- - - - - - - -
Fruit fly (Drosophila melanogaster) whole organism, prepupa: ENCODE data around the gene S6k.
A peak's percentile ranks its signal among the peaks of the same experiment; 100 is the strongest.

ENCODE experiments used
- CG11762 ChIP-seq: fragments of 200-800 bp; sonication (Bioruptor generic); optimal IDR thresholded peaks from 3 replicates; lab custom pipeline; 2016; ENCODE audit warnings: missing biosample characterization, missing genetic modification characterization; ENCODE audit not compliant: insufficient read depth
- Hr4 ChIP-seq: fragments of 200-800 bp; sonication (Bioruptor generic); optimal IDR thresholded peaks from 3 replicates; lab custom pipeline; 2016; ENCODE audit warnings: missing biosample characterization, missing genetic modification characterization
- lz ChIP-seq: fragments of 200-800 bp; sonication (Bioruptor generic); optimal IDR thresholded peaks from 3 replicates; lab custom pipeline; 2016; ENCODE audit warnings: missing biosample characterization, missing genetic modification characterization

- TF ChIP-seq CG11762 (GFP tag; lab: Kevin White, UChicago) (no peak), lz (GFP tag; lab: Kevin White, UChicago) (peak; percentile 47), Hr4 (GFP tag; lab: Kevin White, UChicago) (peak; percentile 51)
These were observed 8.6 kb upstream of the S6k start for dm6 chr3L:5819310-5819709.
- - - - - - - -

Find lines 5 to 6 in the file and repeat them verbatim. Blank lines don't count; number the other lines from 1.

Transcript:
- Hr4 ChIP-seq: fragments of 200-800 bp; sonication (Bioruptor generic); optimal IDR thresholded peaks from 3 replicates; lab custom pipeline; 2016; ENCODE audit warnings: missing biosample characterization, missing genetic modification characterization
- lz ChIP-seq: fragments of 200-800 bp; sonication (Bioruptor generic); optimal IDR thresholded peaks from 3 replicates; lab custom pipeline; 2016; ENCODE audit warnings: missing biosample characterization, missing genetic modification characterization